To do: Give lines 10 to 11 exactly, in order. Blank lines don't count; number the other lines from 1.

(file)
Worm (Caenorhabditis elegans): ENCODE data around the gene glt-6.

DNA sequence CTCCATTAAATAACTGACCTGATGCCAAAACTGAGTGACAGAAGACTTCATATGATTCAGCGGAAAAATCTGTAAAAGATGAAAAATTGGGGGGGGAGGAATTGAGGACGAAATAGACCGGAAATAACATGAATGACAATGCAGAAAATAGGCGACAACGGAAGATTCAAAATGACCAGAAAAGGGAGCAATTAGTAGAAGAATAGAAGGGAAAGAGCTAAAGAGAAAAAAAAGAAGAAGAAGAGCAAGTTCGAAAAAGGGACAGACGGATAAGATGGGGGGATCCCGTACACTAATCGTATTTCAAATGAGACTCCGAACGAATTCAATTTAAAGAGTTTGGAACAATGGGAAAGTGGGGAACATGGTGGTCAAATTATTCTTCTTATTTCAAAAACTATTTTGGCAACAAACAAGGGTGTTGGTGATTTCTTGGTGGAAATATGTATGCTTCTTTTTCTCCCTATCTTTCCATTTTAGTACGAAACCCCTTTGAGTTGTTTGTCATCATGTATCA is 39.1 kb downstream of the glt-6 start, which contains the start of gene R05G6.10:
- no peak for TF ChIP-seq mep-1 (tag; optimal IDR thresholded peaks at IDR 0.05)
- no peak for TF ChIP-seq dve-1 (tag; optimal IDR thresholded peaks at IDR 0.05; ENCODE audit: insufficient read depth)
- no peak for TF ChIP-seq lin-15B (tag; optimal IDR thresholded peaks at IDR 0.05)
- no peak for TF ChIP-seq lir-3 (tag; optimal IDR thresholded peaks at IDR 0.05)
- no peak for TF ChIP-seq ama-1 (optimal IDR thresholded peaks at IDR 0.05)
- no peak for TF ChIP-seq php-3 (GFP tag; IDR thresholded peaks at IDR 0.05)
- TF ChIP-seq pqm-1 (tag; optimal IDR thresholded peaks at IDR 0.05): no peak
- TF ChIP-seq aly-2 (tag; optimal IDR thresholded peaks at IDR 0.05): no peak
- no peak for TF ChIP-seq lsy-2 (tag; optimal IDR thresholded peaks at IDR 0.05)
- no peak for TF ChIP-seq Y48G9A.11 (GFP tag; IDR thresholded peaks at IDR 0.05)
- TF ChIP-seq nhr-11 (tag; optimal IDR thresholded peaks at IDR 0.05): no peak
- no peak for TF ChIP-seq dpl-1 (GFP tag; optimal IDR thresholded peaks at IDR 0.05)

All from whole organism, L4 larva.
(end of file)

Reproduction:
- TF ChIP-seq aly-2 (tag; optimal IDR thresholded peaks at IDR 0.05): no peak
- no peak for TF ChIP-seq lsy-2 (tag; optimal IDR thresholded peaks at IDR 0.05)